Cauda Equina Syndrome (cont.)
William C. Shiel Jr., MD, FACP, FACR
Dr. Shiel received a Bachelor of Science degree with honors from the University of Notre Dame. There he was involved in research in radiation biology and received the Huisking Scholarship. After graduating from St. Louis University School of Medicine, he completed his Internal Medicine residency and Rheumatology fellowship at the University of California, Irvine. He is board-certified in Internal Medicine and Rheumatology.
Charles Patrick Davis, MD, PhD
Dr. Charles "Pat" Davis, MD, PhD, is a board certified Emergency Medicine doctor who currently practices as a consultant and staff member for hospitals. He has a PhD in Microbiology (UT at Austin), and the MD (Univ. Texas Medical Branch, Galveston). He is a Clinical Professor (retired) in the Division of Emergency Medicine, UT Health Science Center at San Antonio, and has been the Chief of Emergency Medicine at UT Medical Branch and at UTHSCSA with over 250 publications.
In this Article
- Cauda equina syndrome facts
- What is cauda equina syndrome?
- What are the causes of cauda equina syndrome?
- What are the symptoms of cauda equina syndrome?
- How is cauda equina syndrome diagnosed?
- What is the treatment for cauda equina syndrome?
- Can cauda equina syndrome be prevented?
- What is the outlook (prognosis) for cauda equina syndrome?
What are the symptoms of cauda equina syndrome?
Symptoms of cauda equina syndrome include low back pain, numbness and/or tingling in the buttocks and lower extremities (sciatica), weakness in the legs, and incontinence of bladder and/or bowels. The numbness of cauda equina syndrome typically is in the distribution of where the body would touch a saddle when sitting upon a horse, and is referred to as "saddle anesthesia."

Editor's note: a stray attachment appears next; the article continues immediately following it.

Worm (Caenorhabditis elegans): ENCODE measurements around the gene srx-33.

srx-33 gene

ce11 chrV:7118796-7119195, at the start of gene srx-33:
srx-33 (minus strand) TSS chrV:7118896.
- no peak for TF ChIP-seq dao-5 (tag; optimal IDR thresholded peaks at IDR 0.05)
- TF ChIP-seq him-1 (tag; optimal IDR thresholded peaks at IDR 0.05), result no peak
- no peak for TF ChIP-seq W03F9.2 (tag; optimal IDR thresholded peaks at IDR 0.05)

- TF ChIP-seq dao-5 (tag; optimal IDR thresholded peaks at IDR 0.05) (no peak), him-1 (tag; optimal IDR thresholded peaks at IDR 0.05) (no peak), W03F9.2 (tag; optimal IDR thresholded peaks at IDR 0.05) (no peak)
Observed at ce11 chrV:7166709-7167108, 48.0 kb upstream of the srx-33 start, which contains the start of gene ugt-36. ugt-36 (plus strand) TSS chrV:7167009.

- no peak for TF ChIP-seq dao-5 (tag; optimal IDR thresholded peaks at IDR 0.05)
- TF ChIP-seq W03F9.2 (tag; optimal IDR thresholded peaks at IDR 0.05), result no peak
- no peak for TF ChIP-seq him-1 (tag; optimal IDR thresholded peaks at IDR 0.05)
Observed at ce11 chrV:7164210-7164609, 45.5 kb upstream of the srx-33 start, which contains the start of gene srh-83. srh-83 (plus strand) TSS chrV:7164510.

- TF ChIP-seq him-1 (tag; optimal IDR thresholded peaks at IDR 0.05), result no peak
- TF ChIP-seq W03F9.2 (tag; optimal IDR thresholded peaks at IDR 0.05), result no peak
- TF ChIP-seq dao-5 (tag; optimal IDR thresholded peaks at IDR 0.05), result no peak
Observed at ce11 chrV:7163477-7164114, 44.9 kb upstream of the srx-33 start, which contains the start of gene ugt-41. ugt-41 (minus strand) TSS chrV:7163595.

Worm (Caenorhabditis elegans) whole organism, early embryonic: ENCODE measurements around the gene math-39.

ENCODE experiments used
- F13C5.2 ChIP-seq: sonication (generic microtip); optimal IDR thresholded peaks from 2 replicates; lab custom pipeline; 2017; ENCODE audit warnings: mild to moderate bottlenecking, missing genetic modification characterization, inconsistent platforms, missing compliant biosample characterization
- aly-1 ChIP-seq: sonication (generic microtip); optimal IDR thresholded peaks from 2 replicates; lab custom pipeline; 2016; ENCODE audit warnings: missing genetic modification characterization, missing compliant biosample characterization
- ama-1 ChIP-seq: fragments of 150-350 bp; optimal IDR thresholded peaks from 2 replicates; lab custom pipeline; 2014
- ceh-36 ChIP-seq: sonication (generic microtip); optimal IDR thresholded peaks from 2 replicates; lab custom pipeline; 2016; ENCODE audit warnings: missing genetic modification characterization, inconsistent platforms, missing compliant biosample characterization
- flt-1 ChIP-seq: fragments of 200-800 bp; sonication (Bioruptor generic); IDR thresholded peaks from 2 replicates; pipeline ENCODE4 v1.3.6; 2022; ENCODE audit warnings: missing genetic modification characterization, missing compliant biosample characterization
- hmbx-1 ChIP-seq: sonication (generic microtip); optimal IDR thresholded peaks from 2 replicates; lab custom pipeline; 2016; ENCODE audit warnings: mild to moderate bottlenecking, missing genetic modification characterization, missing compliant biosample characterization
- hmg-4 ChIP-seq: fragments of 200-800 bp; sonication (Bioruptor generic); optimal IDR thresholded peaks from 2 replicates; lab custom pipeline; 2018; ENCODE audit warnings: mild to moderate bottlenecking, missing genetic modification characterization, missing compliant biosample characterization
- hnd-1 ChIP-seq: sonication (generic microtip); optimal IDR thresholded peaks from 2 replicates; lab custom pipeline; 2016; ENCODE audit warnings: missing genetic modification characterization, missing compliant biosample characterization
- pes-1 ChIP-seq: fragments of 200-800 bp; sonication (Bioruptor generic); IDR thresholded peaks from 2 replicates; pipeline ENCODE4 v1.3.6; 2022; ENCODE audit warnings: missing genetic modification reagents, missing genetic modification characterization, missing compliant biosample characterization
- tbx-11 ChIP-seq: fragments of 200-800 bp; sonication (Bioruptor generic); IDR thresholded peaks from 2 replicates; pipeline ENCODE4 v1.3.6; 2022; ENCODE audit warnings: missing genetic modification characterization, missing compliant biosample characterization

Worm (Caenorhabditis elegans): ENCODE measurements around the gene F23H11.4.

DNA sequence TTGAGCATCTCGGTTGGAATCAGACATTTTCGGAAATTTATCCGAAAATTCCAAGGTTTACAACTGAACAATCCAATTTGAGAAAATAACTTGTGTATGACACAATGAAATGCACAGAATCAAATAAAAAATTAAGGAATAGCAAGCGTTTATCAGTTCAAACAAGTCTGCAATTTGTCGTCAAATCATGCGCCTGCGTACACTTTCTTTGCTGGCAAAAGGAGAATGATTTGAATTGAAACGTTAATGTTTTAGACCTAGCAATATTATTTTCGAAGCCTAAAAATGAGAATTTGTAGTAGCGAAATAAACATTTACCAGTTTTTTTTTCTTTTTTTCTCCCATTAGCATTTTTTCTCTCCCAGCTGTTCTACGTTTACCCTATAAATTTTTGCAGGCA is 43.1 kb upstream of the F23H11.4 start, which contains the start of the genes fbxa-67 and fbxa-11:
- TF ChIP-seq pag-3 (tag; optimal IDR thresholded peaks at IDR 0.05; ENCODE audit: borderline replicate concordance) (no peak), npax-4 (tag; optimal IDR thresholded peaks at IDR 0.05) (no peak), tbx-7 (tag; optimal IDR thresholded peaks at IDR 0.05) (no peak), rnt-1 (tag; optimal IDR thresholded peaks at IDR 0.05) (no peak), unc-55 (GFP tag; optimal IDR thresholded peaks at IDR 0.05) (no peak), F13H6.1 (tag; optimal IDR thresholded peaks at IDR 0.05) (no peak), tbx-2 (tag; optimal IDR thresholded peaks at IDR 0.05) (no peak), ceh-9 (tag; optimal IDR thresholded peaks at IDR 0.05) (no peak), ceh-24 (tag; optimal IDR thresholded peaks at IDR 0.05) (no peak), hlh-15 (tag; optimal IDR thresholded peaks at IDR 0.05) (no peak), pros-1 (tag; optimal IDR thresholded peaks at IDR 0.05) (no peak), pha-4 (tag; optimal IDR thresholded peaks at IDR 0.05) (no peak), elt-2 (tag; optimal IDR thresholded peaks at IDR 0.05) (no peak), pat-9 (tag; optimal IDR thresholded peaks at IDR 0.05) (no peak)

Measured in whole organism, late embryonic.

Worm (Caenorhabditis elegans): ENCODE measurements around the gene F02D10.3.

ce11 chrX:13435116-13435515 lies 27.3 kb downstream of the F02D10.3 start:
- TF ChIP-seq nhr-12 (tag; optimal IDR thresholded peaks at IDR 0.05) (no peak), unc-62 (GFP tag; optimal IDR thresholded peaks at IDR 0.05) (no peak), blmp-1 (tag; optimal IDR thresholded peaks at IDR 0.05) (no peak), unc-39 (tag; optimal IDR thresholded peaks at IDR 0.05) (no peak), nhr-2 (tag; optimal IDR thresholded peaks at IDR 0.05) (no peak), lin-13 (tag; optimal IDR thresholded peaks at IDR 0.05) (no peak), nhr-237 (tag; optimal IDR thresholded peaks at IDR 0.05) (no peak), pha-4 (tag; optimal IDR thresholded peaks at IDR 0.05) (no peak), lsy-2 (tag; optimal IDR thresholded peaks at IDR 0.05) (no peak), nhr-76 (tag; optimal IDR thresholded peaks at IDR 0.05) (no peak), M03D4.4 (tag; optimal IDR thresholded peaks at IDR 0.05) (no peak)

Partial cauda equina syndrome is the terminology that applies when there is incomplete compression of the nerves of the lower spinal cord. This can elicit various degrees and combinations of the symptoms listed above. With complete cauda equina syndrome, the array of symptoms listed above is commonplace.
How is cauda equina syndrome diagnosed?
Cauda equina syndrome is clinically diagnosed based on the characteristic symptoms described above. Often, the physical examination can reveal hyperactive reflexes of the lower extremities. Because the syndrome is a medical emergency, neurosurgery or spinal surgery consultants should be notified immediately. Cauda equina syndrome can be confirmed with neurologic and radiology testing but such testing should not be delayed.
Specialized neurologic nerve testing of the lower extremities, such as nerve conduction velocity (NCV) and electromyography (EMG) tests can indicate nerve irritation effects in the low back. Radiologic testing such as CT (computerized axial tomography) and MRI (magnetic resonance imaging) scanning can document the compressed spinal cord tissue.
What is the treatment for cauda equina syndrome?
Cauda equina syndrome is a medical emergency. Compression of the spinal nerves of the spinal cord can lead to permanent dysfunction of the lower extremities, bladder, and bowels. Once the precise cause of cauda equina syndrome is determined (see above), generally aggressive operative intervention with surgical decompression is initiated. If infection is present, antibiotics are given, usually intravenously. If a tumor is responsible for compression, after surgical decompression, radiotherapy or chemotherapy may be needed.
The long-term management of cauda equina syndrome depends on whether or not there are persisting symptoms after surgical decompression of the irritated nerve tissue. This can require pain medicine, physical therapy, supportive braces, urinary catheters, and other treatments etc. until optimal nerve and muscle recovery occurs.
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